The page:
• Direct transungual excision is the standard but can cause nail deformity; lateral subperiosteal approach reduces risk of nail deformity but may slightly raise risk of recurrence (Plast Reconstr Surg 2004;114:1486)
  • No clinical trial data is available for treatment of malignant glomus tumors, but doxorubicin and olaratumab have been approved for recurrent / metastatic disease
  • No prospective data exists yet for Notch inhibition or immune checkpoint inhibitors
Clinical images

Images hosted on other servers:
Missing Image

Nail discoloration

Fullness in posterior nail fold region

Glomus tumor during exploration

Missing Image

Tumor resection

Gross description
  • Bulging mass with an irregular, nodular hemorrhagic cut surface
  • Superficial lesions typically < 1.0 cm
Gross images

Images hosted on PathOut server:

Contributed by Farres Obeidin, M.D.

Leg mass



Images hosted on other servers:

Liver tumor

Microscopic (histologic) description
  • Well circumscribed mass composed of 3 components: glomus cells, vasculature and smooth muscle cells
  • Solid glomus tumor (75% of cases): predominantly glomus cells, poor vasculature and rare smooth muscle cells
  • Glomangioma (20% of cases): tumors with prominent vascular component
  • Glomangiomyoma (5% of cases): tumors with prominent vascular and smoot muscle components
  • Rare variants have microscopically infiltrative and diffuse growth and are known as glomangiomatosis
  • Benign glomus tumors (Arch Pathol Lab Med 2008;132:1448):
    • Branching capillary sized vessels lined by endothelial cells surrounded by collars of uniform glomus cells forming nests, sheets and trabeculae in a hyalinized or myxoid stroma
    • Glomus cell has a round shape with indistinct borders with a rounded, sharply punched out nucleus in an amphophilic to eosinophilic cytoplasm
    • Chromatin is homogenous and bland with inconspicuous nucleoli
    • Very rare mitoses
  • Symplastic glomus tumor:
    • Marked nuclear atypia with no mitotic activity or other atypical features
    • Does not affect prognosis
  • Malignant glomus tumor (Am J Surg Pathol 2001;25:1):
    • Diagnosis should be reserved for tumors showing (1) marked nuclear atypia and any level of mitotic activity or (2) atypical mitotic figures
    • May be spindled and resemble leiomyosarcoma / fibrosarcoma or may consist of sheets of malignant appearing round cells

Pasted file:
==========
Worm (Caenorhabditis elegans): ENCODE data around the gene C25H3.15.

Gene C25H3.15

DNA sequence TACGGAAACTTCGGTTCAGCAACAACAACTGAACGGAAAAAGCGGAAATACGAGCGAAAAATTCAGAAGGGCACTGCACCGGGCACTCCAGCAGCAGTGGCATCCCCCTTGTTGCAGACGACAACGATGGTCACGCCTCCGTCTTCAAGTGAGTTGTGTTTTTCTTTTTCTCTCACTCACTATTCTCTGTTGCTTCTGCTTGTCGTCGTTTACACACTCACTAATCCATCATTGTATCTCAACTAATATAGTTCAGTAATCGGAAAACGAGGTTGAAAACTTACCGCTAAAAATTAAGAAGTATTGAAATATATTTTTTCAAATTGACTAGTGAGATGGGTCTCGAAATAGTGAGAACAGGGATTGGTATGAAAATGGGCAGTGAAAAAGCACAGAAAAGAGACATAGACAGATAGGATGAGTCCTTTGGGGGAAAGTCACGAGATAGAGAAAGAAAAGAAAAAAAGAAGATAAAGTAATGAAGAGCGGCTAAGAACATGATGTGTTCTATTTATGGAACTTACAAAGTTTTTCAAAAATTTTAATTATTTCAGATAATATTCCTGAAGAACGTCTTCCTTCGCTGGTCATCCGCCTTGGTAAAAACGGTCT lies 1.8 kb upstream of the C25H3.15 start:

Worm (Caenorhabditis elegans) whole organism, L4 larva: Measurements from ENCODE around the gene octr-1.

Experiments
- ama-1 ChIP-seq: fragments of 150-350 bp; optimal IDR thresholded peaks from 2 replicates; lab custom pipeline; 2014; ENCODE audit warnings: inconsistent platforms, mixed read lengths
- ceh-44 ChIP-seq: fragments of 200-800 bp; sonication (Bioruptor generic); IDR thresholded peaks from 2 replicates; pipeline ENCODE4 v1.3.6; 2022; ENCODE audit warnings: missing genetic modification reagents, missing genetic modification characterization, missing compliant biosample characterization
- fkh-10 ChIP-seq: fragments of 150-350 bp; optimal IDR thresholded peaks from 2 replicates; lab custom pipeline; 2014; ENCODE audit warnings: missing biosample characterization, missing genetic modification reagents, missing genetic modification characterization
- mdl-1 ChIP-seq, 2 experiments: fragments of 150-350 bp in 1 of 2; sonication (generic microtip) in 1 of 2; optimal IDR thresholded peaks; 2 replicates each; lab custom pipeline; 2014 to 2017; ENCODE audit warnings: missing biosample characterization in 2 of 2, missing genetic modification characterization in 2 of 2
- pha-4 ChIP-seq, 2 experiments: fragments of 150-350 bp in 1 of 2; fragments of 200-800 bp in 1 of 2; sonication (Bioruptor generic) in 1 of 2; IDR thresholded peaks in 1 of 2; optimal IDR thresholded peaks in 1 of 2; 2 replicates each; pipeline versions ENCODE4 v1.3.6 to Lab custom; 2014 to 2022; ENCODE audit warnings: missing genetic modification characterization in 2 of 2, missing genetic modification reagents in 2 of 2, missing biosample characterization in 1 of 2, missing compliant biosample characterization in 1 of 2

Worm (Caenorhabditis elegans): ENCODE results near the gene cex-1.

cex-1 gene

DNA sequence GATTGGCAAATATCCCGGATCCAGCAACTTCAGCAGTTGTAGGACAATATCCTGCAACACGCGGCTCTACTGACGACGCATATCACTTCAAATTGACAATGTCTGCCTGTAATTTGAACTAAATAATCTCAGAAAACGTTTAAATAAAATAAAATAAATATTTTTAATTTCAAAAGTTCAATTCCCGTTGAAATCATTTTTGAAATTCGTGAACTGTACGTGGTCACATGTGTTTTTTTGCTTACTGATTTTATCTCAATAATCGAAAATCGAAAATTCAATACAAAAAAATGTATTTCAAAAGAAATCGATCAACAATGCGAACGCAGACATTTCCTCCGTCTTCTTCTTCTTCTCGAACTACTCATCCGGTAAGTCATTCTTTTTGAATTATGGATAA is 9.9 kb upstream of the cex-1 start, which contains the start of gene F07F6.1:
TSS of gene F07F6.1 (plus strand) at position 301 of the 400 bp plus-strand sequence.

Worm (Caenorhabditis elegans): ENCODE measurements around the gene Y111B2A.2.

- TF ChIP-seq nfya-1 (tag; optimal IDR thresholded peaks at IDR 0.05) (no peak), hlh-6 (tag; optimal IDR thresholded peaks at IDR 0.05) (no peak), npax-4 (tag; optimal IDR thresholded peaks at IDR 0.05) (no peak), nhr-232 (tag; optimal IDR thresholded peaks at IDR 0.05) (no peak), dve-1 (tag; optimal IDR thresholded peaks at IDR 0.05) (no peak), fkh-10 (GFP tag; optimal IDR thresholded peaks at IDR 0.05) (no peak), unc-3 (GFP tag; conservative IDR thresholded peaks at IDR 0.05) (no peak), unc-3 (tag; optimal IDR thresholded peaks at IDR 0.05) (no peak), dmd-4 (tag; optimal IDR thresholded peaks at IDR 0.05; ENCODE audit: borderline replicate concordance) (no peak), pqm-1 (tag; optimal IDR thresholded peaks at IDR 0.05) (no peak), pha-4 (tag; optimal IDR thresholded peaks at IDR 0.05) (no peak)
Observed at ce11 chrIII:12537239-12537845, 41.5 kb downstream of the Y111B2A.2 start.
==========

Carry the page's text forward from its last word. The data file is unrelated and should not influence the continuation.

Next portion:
• Benign glomus tumor component can often be found at the periphery and help with diagnosis
  • Glomus tumor of uncertain malignant potential:
    • Tumors that do not fulfill criteria for malignancy but have at least 1 atypical feature other than nuclear pleomorphism
    • Atypical features include deep location, size ≥ 2 cm and mitotic activity > 5 mitoses/50 high powered fields
  • Oncocytic features have been described (Histopathology 1987;11:523)
Microscopic (histologic) images

Images hosted on PathOut server:

Contributed by Farres Obeidin, M.D.

Well circumscribed

Sheets of cells

Spindling

Myxoid stroma

Round, bland cells

Nuclear inclusions


Glomangioma

Glomangiomyoma


Malignant glomus tumor

SMA

Glomus body



Case of the Week #289:

Glomangioma

SMA

CD31

Cytology description
  • Cohesive clusters of uniform round cells with scanty cytoplasm
  • Background of scattered amorphous magenta colored material, blood and occasional inflammatory cells (J Cytol 2010;27:104)
Cytology images

Images hosted on PathOut server:

Malignant glomus tumor



Images hosted on other servers:

FNA

Positive stains
Electron microscopy description
  • Thick basal lamina surrounds individual glomus cells except at cellular junctions
  • Pinocytic vesicles and myofibrils with dense bodies in the cytoplasm (Cancer 1969;23:1176)
Electron microscopy images

Images hosted on other servers:
Missing Image

Thickened basal lamina

Molecular / cytogenetics description
Molecular / cytogenetics images

Images hosted on other servers:
Missing Image

MIR143-NOTCH2 fusion

Differential diagnosis
Board review question #1

    Which of the following statements about this lesion is true?

  1. Complete surgical excision is curative
  2. It may metastasize in about 30% of cases
  3. It will show diffuse positivity for CD34, CD31 and ERG
  4. The most common location is in the ankle
Board review answer #1
A. This is a glomangioma, a variant of glomus tumor. It is a benign tumor and, if completely excised, surgical excision is essentially curative. The most common location is in the subungual region of the finger. Though it may show focal positivity for CD34, the staining for CD31 and ERG will be negative as the tumor cells are not vascular in origin.

Comment Here
Board review question #2
    Which of the following molecular aberrations can be seen in glomus tumors?

  1. ETV6-NTRK3
  2. EWSR1-FLI1
  3. MIR143-NOTCH1
  4. SS18-SSX2
Board review answer #2
C. Over 50% of glomus tumors harbor gene fusions of MIR143 with either NOTCH1 or NOTCH2.

Comment Here
Back to top